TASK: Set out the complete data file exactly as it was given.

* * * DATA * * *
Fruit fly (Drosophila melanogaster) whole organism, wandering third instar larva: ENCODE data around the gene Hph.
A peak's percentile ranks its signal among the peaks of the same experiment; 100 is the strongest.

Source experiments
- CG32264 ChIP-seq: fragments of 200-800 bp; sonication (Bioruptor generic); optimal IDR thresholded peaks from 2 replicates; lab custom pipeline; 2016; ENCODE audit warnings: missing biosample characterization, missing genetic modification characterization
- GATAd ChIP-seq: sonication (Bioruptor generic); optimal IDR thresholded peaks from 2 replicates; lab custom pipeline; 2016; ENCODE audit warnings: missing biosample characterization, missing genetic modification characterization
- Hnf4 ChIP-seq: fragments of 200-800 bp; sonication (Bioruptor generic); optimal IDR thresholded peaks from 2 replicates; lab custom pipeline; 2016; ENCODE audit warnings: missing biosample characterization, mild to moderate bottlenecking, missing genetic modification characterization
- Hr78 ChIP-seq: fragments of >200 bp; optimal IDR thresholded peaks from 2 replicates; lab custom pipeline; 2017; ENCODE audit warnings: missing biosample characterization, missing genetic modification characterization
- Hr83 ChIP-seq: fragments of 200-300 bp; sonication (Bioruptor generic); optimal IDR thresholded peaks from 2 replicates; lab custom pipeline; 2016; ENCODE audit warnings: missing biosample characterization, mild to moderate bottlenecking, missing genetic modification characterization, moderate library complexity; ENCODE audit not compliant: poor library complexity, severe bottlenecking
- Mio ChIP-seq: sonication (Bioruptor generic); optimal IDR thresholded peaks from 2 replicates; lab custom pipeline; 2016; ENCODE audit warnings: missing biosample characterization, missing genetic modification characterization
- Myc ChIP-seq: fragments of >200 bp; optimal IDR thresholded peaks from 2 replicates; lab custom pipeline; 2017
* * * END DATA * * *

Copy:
Fruit fly (Drosophila melanogaster) whole organism, wandering third instar larva: ENCODE data around the gene Hph.
A peak's percentile ranks its signal among the peaks of the same experiment; 100 is the strongest.

Source experiments
- CG32264 ChIP-seq: fragments of 200-800 bp; sonication (Bioruptor generic); optimal IDR thresholded peaks from 2 replicates; lab custom pipeline; 2016; ENCODE audit warnings: missing biosample characterization, missing genetic modification characterization
- GATAd ChIP-seq: sonication (Bioruptor generic); optimal IDR thresholded peaks from 2 replicates; lab custom pipeline; 2016; ENCODE audit warnings: missing biosample characterization, missing genetic modification characterization
- Hnf4 ChIP-seq: fragments of 200-800 bp; sonication (Bioruptor generic); optimal IDR thresholded peaks from 2 replicates; lab custom pipeline; 2016; ENCODE audit warnings: missing biosample characterization, mild to moderate bottlenecking, missing genetic modification characterization
- Hr78 ChIP-seq: fragments of >200 bp; optimal IDR thresholded peaks from 2 replicates; lab custom pipeline; 2017; ENCODE audit warnings: missing biosample characterization, missing genetic modification characterization
- Hr83 ChIP-seq: fragments of 200-300 bp; sonication (Bioruptor generic); optimal IDR thresholded peaks from 2 replicates; lab custom pipeline; 2016; ENCODE audit warnings: missing biosample characterization, mild to moderate bottlenecking, missing genetic modification characterization, moderate library complexity; ENCODE audit not compliant: poor library complexity, severe bottlenecking
- Mio ChIP-seq: sonication (Bioruptor generic); optimal IDR thresholded peaks from 2 replicates; lab custom pipeline; 2016; ENCODE audit warnings: missing biosample characterization, missing genetic modification characterization
- Myc ChIP-seq: fragments of >200 bp; optimal IDR thresholded peaks from 2 replicates; lab custom pipeline; 2017